As scientists struggle to understand the causes of autism, a potential new pattern has emerged: The condition is associated with induced or augmented labor, according to a new study.
Induction means stimulating contractions before spontaneous labor begins. Augmentation means helping contractions become stronger, longer or more frequent. Both of these methods of expediting deliveries have helped mothers who have health conditions that could be detrimental to them or their child.
The researchers did not prove that these treatments cause autism. Women should not read the new study, which is published in the journal JAMA Pediatrics, and decide against expediting labor on that basis, said Simon Gregory, researcher at Duke University Medical Center and lead author of the study.
"It’s a decision between them and their healthcare provider," Gregory said, but the data do not "outweigh the risks that would come with just not wanting to be induced or augmented at all, because then you’re the placing the mother and the infant’s life at risk."
Autism spectrum disorders are developmental conditions characterized by social, communication and behavioral difficulties.
About 1 in 88 children has a diagnosed autism spectrum disorder, according to the latest estimate from the Centers for Disease Control and Prevention.
Although there is evidence that genetics plays a role, environmental factors may also be at play in altering normal development. A recent study of twins found that susceptibility to autism can increase in prenatal and early postnatal environments.
The study looked at more than 625,000 records of children's birth and education from North Carolina. Researchers obtained information on the demographics of both parents, the mother's medical history age at pregnancy, and infant health.
Although this is a large sample size, study authors could not control for every variable that might have influenced the results. They did not have information about paternal age, for example, or what medications the mothers were taking. Researchers also did not obtain data about where on the autism spectrum the children fall in this study.
Researchers found a strong link between treatments to expedite labor and males who had autism; for females, less so.
Male infants born in deliveries in which labor was both induced and augmented were 35 percent more likely to have autism than those whose mother did not have either of these treatments. For induction alone, risk was elevated 18 percent. For augmentation alone, risk went up 15 percent.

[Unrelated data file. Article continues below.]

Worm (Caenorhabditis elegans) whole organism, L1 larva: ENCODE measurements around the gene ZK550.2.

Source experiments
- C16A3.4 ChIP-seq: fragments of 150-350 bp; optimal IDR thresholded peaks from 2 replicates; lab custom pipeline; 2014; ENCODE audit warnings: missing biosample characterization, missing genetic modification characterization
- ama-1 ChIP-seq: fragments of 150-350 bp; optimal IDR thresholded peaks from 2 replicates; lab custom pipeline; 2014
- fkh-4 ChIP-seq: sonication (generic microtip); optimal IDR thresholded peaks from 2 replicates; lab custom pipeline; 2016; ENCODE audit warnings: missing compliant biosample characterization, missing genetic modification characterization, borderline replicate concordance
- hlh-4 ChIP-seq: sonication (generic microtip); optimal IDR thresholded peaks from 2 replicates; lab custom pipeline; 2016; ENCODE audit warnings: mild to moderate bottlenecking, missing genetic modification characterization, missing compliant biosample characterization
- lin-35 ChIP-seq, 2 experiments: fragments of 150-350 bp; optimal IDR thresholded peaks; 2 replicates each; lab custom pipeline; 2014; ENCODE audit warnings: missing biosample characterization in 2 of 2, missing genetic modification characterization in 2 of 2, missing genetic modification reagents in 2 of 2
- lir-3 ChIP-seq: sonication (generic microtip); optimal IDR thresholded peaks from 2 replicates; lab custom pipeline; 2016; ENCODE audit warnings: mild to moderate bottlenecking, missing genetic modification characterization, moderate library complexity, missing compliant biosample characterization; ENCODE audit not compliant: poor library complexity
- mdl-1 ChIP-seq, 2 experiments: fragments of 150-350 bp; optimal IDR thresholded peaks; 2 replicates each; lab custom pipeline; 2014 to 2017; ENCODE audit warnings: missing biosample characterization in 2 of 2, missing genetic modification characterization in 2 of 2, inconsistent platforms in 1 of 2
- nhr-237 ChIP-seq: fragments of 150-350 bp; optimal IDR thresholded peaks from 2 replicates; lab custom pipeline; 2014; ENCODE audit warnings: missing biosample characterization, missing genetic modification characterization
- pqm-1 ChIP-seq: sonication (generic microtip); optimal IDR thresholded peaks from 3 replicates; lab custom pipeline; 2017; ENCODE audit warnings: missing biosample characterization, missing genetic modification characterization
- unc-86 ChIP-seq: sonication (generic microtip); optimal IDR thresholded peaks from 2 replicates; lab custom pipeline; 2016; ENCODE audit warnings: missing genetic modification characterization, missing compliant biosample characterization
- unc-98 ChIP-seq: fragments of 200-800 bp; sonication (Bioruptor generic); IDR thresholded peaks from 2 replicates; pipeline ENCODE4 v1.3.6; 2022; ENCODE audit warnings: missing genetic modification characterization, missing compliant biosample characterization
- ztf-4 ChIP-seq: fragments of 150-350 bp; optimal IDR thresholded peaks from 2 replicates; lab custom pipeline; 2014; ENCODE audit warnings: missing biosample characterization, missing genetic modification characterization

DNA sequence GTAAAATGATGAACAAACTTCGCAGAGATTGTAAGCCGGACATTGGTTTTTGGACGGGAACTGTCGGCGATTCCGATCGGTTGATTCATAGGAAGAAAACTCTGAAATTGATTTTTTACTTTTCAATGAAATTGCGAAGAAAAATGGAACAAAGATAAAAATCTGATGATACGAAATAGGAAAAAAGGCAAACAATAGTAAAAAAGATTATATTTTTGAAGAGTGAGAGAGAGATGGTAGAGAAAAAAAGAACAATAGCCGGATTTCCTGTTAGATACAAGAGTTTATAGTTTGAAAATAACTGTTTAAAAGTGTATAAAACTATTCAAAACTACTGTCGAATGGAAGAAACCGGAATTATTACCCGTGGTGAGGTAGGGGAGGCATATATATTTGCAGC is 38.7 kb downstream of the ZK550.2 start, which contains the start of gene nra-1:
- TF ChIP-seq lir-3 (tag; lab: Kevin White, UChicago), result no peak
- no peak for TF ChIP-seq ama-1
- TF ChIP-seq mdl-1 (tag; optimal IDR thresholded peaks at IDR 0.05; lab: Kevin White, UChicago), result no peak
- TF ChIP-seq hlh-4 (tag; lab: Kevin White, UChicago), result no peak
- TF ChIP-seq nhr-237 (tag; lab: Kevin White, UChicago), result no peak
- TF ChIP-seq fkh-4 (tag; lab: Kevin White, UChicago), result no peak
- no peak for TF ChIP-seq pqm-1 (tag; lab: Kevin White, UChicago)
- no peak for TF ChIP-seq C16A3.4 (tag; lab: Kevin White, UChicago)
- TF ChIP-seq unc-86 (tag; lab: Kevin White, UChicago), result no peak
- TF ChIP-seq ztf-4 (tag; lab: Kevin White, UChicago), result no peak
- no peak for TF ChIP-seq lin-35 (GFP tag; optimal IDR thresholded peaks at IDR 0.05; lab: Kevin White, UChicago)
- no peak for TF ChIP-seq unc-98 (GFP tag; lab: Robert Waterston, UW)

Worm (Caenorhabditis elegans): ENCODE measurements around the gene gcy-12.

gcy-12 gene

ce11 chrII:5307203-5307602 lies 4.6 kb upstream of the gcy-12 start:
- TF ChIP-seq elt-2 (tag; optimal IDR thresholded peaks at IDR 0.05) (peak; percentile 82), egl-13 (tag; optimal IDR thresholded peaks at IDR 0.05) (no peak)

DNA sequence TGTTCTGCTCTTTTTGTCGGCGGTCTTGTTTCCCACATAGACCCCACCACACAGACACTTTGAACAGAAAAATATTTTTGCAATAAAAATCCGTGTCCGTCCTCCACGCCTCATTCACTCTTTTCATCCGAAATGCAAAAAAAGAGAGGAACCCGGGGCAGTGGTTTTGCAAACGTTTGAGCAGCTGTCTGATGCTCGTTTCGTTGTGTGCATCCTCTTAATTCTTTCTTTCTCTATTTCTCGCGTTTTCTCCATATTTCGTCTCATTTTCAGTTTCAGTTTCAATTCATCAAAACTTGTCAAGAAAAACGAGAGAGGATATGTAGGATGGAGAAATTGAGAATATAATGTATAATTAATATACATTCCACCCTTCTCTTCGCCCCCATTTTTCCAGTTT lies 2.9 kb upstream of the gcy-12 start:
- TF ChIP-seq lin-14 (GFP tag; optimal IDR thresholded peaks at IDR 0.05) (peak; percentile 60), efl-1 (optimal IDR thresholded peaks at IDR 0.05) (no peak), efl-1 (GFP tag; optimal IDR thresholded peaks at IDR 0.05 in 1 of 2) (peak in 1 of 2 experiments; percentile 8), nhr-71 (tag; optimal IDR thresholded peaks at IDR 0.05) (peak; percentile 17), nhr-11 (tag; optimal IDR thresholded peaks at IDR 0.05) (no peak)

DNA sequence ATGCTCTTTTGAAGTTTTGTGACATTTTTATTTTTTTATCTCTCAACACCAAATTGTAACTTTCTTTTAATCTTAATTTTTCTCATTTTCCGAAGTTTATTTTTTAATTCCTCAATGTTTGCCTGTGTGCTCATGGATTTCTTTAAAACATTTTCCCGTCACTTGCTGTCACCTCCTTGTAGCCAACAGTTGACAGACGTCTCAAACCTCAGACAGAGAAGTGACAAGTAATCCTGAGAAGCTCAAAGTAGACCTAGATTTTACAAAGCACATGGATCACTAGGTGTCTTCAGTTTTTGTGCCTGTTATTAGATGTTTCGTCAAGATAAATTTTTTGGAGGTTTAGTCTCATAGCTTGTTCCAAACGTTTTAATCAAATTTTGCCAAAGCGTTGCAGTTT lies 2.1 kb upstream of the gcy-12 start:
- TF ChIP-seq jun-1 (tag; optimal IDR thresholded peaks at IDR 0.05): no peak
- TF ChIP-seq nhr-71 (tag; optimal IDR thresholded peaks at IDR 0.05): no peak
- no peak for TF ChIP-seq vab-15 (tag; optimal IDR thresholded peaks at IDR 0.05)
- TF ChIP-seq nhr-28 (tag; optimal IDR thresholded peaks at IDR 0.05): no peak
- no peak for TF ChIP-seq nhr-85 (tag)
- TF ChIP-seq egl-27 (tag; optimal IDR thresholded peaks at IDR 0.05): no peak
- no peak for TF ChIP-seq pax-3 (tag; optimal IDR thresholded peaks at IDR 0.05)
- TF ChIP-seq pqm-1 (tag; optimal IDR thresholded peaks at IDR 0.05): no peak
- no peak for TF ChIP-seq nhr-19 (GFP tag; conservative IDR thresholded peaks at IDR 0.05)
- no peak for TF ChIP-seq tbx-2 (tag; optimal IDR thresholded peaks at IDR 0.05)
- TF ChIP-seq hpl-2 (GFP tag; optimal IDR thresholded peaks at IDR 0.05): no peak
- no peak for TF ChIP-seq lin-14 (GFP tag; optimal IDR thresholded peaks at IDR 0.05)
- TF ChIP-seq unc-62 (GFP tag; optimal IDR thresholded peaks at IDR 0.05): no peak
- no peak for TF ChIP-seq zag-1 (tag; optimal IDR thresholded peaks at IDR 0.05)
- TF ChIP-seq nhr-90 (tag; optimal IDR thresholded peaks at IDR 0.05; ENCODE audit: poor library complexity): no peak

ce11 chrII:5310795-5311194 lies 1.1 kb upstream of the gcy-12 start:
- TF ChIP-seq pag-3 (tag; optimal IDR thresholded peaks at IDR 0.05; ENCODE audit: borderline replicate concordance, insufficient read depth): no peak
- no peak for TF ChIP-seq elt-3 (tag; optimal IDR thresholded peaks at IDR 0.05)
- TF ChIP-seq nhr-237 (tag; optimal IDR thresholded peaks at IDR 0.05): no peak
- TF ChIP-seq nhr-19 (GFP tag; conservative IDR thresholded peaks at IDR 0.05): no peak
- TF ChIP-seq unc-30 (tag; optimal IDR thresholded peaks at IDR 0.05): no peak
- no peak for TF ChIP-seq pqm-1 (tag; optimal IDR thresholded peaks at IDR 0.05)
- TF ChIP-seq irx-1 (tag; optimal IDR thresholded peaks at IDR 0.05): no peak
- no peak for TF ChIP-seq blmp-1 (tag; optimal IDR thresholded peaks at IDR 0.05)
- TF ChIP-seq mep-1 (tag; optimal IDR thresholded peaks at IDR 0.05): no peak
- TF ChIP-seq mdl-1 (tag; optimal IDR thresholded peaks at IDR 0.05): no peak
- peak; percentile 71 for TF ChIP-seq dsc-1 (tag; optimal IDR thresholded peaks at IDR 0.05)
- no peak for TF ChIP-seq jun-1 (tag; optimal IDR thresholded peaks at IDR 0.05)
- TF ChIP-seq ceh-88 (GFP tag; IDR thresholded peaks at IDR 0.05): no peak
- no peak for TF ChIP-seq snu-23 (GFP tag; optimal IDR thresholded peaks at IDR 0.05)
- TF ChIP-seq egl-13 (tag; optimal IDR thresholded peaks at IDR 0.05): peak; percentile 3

The risk to females was not significantly elevated when labor was both induced and augmented, or induced alone. The likelihood of autism went up with augmentation alone, 21 percent.
"The risk is modest but significant, particularly considering that this is a potential risk factor many pregnant women may be exposed to during labor," according to a statement from Autism Speaks, a leading autism science and advocacy organization.
The gender gap seen in the study is intriguing to scientists, Gregory said, because autism is more common in males in general -- in fact, nearly five times as many boys than girls have autism spectrum disorders.
What it means, however, is unclear.
Researchers also found support for other autism risk factors that previous studies have established. Older maternal age raised the risk 30 percent, being first born increased risk 21 percent, and having a mother with gestational diabetes upped the risk by 24 percent.
They did not find any increased risk for children born in Cesarean sections compared to vaginal births.
This data does not demonstrate that induced or augmented labor causes autism. It only shows an association; scientists do not yet know what explains the connection.
Gregory said there could be a number of underlying factors that this study did not directly address, including the health of the mother, drugs used to induce or augment birth, fetal stress, or other medications that the mother is taking. The act of inducing or augmenting may be to blame, but alternatively the medical and obstetric conditions around those treatments could have something to do with it, or even some other events that commonly occur to women whose labor is expedited. At this stage, no one knows.
But researchers say the underlying mechanism is worth looking into, given that expedited labor isn't rare. About 23 percent of births in the United States in 2008 were induced, and 17 percent were augmented in 2002, Gregory said.
"This is the largest study to date demonstrating an association between induced or augmented childbirth and autism, and the next step is for research to better understand the possible mechanisms behind this relationship," according to a statement from Autism Speaks.